This movement can be easily scaled to burpee box step-overs or even squat thrust box step-overs for athletes who need a modification.
“Squat Thrusts” or Half Burpees
This version of the burpee is a great modification for people who struggle to maintain intensity on the basic burpee due to lack of upper body strength to complete the prescribed reps, when an athlete is fatigued on the push-up portion but wants to be able to continue to move quickly through their reps, or if an injury requires someone to avoid pressing movements.
The only difference between burpees and squat thrusts is the elimination of the push-up. All other parts look the same. Fall, or kick back, to a plank. Jump the feet to the hands. Jump straight up in the air. Clap with your hands overhead.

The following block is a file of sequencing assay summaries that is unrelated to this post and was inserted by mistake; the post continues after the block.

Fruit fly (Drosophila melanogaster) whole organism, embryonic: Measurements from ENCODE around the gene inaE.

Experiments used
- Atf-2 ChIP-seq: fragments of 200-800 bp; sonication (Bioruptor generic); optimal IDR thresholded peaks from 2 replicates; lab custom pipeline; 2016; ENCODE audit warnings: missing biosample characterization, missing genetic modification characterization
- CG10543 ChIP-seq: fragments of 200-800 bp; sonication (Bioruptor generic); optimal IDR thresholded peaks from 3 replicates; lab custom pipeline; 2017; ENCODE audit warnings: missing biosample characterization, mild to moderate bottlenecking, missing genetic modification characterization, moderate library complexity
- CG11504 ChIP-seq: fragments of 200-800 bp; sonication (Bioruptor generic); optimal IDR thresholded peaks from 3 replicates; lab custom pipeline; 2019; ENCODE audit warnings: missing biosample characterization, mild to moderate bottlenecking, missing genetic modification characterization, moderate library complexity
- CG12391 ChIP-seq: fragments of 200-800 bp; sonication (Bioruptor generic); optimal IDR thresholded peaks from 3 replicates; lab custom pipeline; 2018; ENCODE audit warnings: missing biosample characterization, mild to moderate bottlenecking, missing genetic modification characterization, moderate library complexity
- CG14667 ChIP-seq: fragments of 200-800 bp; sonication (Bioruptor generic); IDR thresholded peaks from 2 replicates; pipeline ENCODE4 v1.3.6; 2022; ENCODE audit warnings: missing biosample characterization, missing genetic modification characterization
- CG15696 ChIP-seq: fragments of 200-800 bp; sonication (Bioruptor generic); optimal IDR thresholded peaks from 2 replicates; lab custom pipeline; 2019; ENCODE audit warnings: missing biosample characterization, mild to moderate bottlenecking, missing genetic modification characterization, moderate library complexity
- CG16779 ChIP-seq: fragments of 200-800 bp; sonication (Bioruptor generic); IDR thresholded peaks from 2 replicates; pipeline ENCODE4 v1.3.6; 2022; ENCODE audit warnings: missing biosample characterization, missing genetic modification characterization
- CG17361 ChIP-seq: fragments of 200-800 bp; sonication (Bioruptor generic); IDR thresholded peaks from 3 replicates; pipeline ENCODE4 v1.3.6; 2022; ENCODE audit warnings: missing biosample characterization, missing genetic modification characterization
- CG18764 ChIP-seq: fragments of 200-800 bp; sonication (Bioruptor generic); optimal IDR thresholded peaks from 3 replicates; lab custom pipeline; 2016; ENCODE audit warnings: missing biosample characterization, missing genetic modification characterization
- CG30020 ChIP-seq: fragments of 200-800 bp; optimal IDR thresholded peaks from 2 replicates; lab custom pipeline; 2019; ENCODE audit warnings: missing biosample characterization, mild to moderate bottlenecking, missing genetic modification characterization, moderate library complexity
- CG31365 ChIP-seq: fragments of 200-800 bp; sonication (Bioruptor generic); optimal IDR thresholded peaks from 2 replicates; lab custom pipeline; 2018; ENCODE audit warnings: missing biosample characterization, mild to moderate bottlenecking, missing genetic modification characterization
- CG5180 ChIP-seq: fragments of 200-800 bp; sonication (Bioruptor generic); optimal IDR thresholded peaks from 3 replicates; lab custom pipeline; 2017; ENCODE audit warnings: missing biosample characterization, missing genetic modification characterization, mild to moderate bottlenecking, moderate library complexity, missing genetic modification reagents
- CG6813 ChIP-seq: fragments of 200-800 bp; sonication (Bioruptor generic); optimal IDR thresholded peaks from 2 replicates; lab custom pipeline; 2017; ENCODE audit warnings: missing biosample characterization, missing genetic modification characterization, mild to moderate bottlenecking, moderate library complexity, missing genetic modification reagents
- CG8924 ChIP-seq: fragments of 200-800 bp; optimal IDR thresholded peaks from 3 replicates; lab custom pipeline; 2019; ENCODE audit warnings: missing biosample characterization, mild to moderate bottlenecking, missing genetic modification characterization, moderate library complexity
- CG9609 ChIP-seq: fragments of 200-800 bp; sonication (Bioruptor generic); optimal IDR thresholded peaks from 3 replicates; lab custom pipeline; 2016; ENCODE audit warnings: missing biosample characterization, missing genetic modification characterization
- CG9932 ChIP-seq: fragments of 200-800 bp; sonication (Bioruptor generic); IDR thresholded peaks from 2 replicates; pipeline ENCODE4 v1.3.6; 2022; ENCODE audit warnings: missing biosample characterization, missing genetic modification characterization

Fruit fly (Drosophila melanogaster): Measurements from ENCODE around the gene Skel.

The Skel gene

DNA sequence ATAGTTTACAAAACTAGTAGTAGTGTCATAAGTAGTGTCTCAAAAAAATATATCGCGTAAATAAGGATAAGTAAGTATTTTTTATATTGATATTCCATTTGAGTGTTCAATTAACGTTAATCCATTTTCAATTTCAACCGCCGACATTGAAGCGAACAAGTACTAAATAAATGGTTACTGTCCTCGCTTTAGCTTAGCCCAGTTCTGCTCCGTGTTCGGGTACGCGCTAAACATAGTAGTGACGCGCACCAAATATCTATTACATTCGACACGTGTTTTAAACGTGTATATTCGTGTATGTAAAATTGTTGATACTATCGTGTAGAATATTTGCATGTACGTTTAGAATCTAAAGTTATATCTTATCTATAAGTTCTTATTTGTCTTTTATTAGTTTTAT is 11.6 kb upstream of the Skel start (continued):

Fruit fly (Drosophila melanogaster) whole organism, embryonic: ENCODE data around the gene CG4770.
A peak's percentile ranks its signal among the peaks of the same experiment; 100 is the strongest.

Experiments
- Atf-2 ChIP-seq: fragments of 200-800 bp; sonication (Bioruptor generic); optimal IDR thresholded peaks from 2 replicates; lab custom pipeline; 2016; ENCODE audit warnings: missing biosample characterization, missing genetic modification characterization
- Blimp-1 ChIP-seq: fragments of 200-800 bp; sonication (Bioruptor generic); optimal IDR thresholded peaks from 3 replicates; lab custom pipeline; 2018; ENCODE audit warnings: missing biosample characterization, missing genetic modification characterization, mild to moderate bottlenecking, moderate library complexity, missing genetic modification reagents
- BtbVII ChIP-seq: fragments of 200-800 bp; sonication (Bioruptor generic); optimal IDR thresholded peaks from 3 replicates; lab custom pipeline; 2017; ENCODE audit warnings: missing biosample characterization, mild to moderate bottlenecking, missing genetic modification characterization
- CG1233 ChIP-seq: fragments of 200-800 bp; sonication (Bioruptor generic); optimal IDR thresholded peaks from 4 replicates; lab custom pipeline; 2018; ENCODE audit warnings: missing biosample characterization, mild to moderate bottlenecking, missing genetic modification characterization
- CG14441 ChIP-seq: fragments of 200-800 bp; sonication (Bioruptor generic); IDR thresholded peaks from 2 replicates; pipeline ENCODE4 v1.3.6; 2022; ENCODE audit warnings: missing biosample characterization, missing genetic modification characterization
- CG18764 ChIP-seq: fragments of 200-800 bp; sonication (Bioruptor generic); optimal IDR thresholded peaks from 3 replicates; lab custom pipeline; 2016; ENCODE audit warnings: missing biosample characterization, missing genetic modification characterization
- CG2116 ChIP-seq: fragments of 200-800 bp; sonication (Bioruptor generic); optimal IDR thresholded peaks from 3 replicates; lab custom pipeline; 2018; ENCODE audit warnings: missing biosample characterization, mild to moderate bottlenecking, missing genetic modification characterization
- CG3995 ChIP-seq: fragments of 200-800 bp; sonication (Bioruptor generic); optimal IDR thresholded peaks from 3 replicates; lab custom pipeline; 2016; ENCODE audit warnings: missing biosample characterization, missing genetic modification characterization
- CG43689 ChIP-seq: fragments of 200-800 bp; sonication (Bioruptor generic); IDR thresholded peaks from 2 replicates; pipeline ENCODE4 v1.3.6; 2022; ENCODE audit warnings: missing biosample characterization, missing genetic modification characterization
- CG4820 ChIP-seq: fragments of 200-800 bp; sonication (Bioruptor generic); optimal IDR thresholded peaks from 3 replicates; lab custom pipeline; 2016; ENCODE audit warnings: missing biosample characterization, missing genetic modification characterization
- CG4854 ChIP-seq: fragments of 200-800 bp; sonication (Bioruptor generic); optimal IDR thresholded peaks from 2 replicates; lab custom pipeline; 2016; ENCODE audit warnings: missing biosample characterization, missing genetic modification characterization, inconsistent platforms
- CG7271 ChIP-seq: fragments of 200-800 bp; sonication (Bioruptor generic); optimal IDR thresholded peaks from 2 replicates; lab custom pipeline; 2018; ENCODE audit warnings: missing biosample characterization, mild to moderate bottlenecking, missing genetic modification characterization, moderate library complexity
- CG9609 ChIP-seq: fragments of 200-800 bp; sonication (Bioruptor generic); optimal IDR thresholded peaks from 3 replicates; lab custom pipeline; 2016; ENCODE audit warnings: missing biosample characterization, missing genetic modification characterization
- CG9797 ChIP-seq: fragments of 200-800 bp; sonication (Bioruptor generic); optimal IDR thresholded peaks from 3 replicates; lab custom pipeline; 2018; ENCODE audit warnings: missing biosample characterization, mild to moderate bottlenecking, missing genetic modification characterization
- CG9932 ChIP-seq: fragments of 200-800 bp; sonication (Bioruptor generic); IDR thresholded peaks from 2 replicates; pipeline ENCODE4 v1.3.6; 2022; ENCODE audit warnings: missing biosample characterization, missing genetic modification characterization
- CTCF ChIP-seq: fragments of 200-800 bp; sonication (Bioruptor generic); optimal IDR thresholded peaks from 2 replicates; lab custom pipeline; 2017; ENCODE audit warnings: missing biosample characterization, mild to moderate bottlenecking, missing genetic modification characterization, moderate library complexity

As with any movement, there is always something up for debate. In CrossFit and workouts for time, burpees do not require a perfect push-up but the chest must touch the floor for each rep unless you are performing the scaled version, the squat thrust.
In gym class and the military, you will likely be required to perform a strict push-up with each burpee rep like in the 6-count version above.
Both are great exercises to utilize – the CrossFit-style burpee will allow you to move quickly and get your heart rate up higher while the 6-count version will allow you to focus on strength, form and moving in unison with your class or platoon.
Here’s what it looks like to string together 10 reps of burpees for time: